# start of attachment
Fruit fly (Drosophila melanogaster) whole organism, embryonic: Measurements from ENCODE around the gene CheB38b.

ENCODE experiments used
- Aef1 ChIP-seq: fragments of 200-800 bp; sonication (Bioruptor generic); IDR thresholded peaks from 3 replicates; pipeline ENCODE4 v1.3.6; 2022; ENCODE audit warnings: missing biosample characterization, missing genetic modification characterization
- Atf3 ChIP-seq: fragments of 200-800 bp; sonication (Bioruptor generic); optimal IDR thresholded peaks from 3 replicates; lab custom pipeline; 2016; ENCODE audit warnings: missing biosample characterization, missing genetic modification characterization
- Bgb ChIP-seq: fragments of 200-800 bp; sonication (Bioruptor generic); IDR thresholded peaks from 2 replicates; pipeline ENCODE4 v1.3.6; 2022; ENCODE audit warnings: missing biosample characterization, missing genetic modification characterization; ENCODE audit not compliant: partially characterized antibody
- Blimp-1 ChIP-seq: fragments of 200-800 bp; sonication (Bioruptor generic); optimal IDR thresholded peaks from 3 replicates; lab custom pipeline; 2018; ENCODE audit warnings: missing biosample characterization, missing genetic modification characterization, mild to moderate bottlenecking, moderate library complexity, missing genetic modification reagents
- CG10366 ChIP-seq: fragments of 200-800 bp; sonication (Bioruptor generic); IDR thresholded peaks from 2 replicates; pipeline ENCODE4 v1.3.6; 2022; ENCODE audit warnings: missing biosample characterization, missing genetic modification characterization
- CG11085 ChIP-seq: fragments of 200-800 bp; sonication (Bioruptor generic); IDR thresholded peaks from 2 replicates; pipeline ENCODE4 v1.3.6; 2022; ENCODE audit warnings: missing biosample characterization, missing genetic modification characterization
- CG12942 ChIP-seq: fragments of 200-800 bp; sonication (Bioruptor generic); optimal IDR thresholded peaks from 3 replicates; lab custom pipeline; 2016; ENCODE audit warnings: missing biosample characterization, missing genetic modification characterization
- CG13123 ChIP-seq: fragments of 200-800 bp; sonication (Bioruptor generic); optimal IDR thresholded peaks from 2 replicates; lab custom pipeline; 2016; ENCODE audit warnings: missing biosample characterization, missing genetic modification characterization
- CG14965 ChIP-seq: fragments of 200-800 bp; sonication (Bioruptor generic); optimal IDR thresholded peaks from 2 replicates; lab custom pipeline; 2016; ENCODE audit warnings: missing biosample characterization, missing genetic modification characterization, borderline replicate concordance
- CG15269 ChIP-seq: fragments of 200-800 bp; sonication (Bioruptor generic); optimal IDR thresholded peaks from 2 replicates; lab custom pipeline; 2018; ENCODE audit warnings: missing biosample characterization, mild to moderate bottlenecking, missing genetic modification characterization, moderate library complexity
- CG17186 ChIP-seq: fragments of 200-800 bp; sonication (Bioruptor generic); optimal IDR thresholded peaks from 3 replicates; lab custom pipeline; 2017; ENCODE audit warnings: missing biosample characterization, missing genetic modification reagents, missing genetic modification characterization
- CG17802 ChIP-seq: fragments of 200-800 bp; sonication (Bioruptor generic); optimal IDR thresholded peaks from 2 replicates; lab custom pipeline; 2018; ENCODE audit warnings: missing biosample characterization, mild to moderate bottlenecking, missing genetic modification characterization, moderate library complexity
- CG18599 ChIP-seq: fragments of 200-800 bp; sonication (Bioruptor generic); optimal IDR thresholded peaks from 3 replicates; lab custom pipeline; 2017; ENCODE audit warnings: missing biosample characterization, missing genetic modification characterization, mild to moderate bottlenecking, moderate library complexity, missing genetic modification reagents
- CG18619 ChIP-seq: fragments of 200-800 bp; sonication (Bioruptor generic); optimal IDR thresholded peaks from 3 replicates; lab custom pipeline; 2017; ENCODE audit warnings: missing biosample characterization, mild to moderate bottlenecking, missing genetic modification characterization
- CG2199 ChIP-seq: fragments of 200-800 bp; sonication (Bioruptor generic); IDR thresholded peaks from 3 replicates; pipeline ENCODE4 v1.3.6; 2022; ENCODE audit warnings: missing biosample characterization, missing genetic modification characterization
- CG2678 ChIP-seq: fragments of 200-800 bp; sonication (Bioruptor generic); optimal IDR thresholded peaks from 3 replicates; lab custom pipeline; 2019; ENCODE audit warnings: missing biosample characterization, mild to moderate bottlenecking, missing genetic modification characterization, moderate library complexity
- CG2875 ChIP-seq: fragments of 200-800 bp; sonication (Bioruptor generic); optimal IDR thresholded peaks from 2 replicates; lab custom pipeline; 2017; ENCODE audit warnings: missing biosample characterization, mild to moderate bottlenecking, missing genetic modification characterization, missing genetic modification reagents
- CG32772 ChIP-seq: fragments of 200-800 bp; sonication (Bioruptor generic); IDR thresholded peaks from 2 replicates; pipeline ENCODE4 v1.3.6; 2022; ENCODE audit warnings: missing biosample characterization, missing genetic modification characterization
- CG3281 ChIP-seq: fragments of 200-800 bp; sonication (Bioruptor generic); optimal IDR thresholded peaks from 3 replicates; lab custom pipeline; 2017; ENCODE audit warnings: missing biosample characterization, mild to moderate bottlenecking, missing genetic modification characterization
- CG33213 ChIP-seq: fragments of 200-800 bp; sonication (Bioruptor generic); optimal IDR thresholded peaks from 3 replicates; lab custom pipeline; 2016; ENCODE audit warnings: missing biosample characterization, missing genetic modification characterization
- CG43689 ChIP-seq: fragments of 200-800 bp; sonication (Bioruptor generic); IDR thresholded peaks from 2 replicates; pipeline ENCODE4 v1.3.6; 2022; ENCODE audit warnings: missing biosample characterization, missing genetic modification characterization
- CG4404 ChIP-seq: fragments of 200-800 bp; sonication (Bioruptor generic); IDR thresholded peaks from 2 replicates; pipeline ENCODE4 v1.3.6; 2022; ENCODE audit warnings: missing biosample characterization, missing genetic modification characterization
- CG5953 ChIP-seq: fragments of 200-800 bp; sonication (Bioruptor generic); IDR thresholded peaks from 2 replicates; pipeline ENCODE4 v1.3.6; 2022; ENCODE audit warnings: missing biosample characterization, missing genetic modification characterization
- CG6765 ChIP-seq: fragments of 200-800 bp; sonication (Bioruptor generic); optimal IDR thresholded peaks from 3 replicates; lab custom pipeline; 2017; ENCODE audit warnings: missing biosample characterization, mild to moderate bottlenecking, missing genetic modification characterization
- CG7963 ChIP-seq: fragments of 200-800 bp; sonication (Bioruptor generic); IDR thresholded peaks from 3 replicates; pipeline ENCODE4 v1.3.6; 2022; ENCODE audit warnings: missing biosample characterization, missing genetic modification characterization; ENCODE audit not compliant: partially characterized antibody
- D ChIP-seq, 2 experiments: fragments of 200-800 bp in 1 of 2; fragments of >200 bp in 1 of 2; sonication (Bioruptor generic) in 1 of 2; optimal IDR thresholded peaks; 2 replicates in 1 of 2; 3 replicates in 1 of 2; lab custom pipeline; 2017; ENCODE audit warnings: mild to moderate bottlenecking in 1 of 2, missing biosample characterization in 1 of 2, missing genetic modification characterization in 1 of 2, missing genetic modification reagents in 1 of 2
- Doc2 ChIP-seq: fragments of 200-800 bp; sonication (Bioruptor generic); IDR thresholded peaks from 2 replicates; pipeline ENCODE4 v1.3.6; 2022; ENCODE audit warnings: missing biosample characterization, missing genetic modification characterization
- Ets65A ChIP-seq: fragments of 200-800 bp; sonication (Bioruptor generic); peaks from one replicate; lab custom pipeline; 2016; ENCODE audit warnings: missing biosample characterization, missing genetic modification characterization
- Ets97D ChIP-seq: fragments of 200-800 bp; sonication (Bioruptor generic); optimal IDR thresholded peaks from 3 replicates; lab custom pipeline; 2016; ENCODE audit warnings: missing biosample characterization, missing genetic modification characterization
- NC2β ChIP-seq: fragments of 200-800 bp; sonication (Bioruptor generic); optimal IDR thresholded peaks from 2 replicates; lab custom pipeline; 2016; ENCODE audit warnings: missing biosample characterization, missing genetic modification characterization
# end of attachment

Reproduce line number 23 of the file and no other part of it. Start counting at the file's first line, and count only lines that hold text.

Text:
- CG43689 ChIP-seq: fragments of 200-800 bp; sonication (Bioruptor generic); IDR thresholded peaks from 2 replicates; pipeline ENCODE4 v1.3.6; 2022; ENCODE audit warnings: missing biosample characterization, missing genetic modification characterization